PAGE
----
This can be super hard when the kid is super explosive - but it has worked for me thus far. It takes a lot of practice so I’m getting better and better at it. And I think it decreases the negative impact on everyone. It takes a lot for me to not get in the weeds so I shut that stuff down with disengagement. Disclaimer though: sometimes (and all the adults are aware including therapist) I worry about self harm when I disengage. He will pound his fists on furniture and himself to get his energy out and sometimes I feel pretty worried so I sit near his door if the feelings are really big in case I need to intervine. It hasn’t happened in a few weeks but I make sure his door stays open when I leave him be. If you’re worried about this sort of thing tell a professional like we have.

End the entire ordeal with a hug if you can. Regardless of the consequence that was administered. They still need to know how much you love them unconditionally.

Also - goes without saying but um, medication does help for evening out emotions.

jennifer425 profile image
jennifer425 in reply to N_37

Thanks for all that information , i think my main problem is that when my child acts up i will scream at him so this goes back and forward sometimes idk how to control that . He gets even angrier every time i respond back to what he says but now im going to start ignoring and not fight back with him i will just tell him thats not correct to act that way and to finish whatever he has to do.

N_37 profile image
N_37 in reply to jennifer425

Oh I hear you. There were times were I completely lost my shit and just yelled. I get so irritated by behavior like that because I find it unwarranted / it’s taking so.much.practice to get to where I am and it’s by far no where near perfect. Every time something goes down and I get just a little bit of it right I say “at least you did this right this one time, keep it up.” Positive self talk helps me. The more I practice disengagement the better off my household is, and I have to remember this. Be firm, be kind to yourself, and remember you’re only human. Nothing works overnight, everything takes practice.

We have a similar situation. 9 yr old boy diagnosed with DMDD, ADHD, anxiety. He takes Abilify, Metadate, Prozac and just recently added Guanafacine. He is explosive at times, it is a safety issue at cL times. He destroys things, breaks things ans will throw whatever is nearby at you in “the moment”. He typically will apologize willingly once he’s realized how he’s acted. I am at a loss sometimes, this affects our whole family. A lot of times it is triggered by electronics or even the sound of my voice if he senses annoyance or disappointment. He flips.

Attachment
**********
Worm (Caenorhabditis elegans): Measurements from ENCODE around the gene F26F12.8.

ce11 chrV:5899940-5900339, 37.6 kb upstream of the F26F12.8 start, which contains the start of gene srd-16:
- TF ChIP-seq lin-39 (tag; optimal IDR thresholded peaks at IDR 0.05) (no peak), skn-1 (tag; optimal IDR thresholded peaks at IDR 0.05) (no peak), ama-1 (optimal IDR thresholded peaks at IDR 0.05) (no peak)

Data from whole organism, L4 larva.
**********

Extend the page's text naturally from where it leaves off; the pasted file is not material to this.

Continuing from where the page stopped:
Those are the same diagnosis my son has is very hard to deal with his type of behaviors.

In addition to Dr. Barkley, Dr. Ross Greene wrote a book The Explosive Child and has a webpage that can be accessed through drrossgreene.com that explains an intervention that may help.

I totally understand as my son was very oppositional and at times verbally and physically abusive. As someone mentioned, you need to go on the ADHD Dude website and watch the videos. You could even schedule a one on one session with Ryan Wexblatt, the dude himself. His one video about the “conversation vortex” really was a game changer for us. I realized I was contributing to my son’s episodes of out of control emotionality. As someone mentioned, Triple P parenting is supposed to be effective, as is CBT. ADHD kids are super sensitive and can react harshly to anything negative. Dr. Barley and Dr. Hallowell are two leading experts whose books would be helpful. They also have videos. Also, join CHADD, the national organization for ADHD which will tap you into needed resources. Hugs for the journey.

jennifer425 profile image
jennifer425 in reply to Danseuse

Thank u

I have a 14-year-old and have been dealing with us for some time, as well. It has recently gotten worse with hormones and weird teen years. I find that he is defensive and argumentative about EVERYTHING. A simple reminder or task will sometimes send him over the edge and other times not. We just started seeing a therapist and have our first appointment with a psychiatrist this month. I feel your frustration and pain!